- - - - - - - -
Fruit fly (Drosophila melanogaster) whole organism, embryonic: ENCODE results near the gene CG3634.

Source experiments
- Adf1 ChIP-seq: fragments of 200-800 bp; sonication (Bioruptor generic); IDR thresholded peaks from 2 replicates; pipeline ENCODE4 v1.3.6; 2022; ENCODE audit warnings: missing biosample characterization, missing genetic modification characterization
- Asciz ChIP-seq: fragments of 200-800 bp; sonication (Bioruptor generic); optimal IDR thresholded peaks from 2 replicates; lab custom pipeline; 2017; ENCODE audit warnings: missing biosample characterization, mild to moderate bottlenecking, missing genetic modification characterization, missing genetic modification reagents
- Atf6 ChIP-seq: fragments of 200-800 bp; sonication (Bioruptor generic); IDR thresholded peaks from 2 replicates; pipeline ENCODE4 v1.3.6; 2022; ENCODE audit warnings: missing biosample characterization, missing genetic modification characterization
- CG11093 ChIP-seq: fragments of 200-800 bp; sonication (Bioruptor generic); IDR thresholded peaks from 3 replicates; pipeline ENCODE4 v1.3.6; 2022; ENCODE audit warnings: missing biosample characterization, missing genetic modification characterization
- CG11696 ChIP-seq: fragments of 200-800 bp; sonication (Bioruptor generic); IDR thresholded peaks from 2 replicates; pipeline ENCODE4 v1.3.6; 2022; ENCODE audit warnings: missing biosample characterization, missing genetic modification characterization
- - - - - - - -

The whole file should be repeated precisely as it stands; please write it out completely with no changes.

Fruit fly (Drosophila melanogaster) whole organism, embryonic: ENCODE results near the gene CG3634.

Source experiments
- Adf1 ChIP-seq: fragments of 200-800 bp; sonication (Bioruptor generic); IDR thresholded peaks from 2 replicates; pipeline ENCODE4 v1.3.6; 2022; ENCODE audit warnings: missing biosample characterization, missing genetic modification characterization
- Asciz ChIP-seq: fragments of 200-800 bp; sonication (Bioruptor generic); optimal IDR thresholded peaks from 2 replicates; lab custom pipeline; 2017; ENCODE audit warnings: missing biosample characterization, mild to moderate bottlenecking, missing genetic modification characterization, missing genetic modification reagents
- Atf6 ChIP-seq: fragments of 200-800 bp; sonication (Bioruptor generic); IDR thresholded peaks from 2 replicates; pipeline ENCODE4 v1.3.6; 2022; ENCODE audit warnings: missing biosample characterization, missing genetic modification characterization
- CG11093 ChIP-seq: fragments of 200-800 bp; sonication (Bioruptor generic); IDR thresholded peaks from 3 replicates; pipeline ENCODE4 v1.3.6; 2022; ENCODE audit warnings: missing biosample characterization, missing genetic modification characterization
- CG11696 ChIP-seq: fragments of 200-800 bp; sonication (Bioruptor generic); IDR thresholded peaks from 2 replicates; pipeline ENCODE4 v1.3.6; 2022; ENCODE audit warnings: missing biosample characterization, missing genetic modification characterization